Statistics Canada announced that the country’s merchandise trade deficit with the world went from an essentially balanced position in June (slight deficit of $55 million) to a $1.1 billion deficit in July.
The Federal agency says that, following a 4.0% decrease in June, total imports rose 1.2% to $50.9 billion in July. Imports of consumer goods (+2.4%) contributed the most to the increase, driven by higher imports of pharmaceutical products (+19.7%), which hit a record high in July, mainly as a result of gains in imports from Switzerland and Germany. Imports of aircraft and other transportation equipment and parts (+10.2%) also contributed to the increase. Imports of metal ores and non-metallic minerals were up 12.6%.
After a strong decrease of 5.0% in June, total exports fell again in July, down 0.9% to $49.8 billion. Following a 6.7% decline in June, energy product exports fell by 6.7% again in July, as a result of lower crude oil exports (-7.7%). Exports of farm, fishing and intermediate food products were down 5.4%. These declines were partially offset by an 8.5% increase in exports of metal and non-metallic mineral products.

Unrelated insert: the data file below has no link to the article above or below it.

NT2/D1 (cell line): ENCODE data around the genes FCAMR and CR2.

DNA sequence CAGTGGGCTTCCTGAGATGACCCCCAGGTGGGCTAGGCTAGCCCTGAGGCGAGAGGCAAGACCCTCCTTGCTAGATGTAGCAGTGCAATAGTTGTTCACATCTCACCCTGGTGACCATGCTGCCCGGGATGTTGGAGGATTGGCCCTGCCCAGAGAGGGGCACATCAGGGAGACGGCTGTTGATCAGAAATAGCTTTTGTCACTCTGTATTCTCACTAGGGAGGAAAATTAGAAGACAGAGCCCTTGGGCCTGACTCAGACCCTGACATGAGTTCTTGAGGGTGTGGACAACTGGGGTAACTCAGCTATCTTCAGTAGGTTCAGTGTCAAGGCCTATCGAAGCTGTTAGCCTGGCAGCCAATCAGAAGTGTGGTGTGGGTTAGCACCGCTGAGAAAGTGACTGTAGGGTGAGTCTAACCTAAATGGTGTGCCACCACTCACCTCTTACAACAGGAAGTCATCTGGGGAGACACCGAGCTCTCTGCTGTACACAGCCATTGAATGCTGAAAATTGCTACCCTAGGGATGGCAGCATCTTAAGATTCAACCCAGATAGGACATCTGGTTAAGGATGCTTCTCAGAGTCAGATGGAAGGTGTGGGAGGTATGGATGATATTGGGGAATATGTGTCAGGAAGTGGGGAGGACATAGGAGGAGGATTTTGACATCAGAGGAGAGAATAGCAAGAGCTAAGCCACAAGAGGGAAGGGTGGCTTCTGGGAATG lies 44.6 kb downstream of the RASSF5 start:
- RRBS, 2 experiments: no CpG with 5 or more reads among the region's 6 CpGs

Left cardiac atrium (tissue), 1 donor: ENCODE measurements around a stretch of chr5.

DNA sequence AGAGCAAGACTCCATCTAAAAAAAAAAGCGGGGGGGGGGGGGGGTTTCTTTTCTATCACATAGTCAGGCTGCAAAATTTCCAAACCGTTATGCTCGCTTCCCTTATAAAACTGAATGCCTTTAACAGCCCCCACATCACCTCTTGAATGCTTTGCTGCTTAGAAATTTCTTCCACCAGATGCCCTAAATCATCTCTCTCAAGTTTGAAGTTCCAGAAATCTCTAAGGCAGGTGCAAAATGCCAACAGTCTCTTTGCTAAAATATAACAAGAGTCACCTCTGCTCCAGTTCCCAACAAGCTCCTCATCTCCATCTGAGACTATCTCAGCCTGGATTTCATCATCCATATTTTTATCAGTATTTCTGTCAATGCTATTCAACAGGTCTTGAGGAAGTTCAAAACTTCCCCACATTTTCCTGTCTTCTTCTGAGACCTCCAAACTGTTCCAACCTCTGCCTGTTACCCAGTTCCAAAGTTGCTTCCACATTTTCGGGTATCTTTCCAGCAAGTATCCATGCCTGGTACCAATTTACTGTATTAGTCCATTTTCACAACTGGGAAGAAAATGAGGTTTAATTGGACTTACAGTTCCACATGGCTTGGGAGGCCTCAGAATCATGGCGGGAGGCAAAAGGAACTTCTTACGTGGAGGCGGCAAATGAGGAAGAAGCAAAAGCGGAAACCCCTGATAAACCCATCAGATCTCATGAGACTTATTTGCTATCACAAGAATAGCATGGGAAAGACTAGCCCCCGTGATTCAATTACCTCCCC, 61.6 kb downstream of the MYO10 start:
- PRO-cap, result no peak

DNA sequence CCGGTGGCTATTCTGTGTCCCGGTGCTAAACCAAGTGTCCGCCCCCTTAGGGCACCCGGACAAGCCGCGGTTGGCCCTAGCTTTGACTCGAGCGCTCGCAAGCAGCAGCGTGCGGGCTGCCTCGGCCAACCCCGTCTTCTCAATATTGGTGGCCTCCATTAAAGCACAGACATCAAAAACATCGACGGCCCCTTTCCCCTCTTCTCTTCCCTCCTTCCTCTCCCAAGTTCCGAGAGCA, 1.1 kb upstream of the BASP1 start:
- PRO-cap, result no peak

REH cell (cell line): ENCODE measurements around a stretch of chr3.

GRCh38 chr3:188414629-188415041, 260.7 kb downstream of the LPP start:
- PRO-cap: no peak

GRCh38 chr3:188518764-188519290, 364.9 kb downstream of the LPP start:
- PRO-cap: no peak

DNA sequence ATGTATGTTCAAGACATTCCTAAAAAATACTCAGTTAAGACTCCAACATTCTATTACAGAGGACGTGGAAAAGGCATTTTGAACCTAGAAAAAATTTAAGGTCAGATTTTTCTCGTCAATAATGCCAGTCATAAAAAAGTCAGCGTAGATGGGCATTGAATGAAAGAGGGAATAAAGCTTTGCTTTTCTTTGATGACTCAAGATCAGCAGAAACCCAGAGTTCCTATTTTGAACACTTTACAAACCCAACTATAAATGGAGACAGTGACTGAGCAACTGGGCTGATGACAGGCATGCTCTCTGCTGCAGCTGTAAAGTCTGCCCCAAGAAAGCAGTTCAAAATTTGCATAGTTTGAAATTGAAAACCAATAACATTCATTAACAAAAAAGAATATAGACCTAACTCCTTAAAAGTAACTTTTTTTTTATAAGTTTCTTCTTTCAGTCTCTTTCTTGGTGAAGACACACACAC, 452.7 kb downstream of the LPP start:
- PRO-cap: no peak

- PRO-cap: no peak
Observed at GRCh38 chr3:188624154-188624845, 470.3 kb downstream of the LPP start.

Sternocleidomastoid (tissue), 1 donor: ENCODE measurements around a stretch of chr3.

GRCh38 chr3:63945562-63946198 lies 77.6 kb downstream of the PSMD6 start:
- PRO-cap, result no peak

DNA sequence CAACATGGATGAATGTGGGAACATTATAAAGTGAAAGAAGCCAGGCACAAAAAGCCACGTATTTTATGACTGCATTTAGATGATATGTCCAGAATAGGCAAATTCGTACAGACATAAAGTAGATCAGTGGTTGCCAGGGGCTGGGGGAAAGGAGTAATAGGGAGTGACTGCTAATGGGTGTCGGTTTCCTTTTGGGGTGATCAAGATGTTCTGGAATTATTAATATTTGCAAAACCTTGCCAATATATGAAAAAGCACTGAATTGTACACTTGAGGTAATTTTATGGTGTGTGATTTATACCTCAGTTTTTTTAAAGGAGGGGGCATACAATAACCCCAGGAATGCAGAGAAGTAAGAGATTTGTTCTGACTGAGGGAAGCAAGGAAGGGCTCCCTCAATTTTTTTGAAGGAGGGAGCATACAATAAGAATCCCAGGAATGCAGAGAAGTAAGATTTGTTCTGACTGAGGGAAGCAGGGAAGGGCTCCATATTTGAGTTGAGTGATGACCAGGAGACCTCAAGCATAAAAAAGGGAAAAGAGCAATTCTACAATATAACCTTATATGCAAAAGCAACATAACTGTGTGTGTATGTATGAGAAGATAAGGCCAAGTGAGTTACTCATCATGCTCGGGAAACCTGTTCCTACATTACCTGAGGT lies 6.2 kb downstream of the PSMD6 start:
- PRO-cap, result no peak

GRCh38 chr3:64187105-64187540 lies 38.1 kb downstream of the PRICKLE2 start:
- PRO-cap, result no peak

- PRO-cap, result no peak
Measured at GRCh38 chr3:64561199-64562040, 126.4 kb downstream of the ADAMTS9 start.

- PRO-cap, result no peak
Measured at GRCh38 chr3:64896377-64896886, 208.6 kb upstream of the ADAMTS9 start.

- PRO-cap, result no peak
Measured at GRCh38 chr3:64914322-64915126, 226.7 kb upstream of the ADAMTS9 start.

On a per country basis, Canada’s trade deficit with countries other than the United States widened from $5.6 billion in June to $5.7 billion in July. Imports from those countries rose 0.5% to $18.4 billion. Higher imports from Switzerland (pharmaceutical products) and Belgium (parts for armoured vehicles and pharmaceutical products) were partially offset by lower imports from China (various products) and the United Kingdom (aircraft parts). Exports to countries other than the United States edged down 0.3% to $12.7 billion. Lower exports to China (metal ores and pork) were partially offset by higher exports to Hong Kong (gold).
Exports to the United States fell 1.1% in July, while imports from this country were up 1.6%. Following a strong surplus in May and June, Canada’s trade surplus with the United States narrowed to $4.6 billion in July.< Return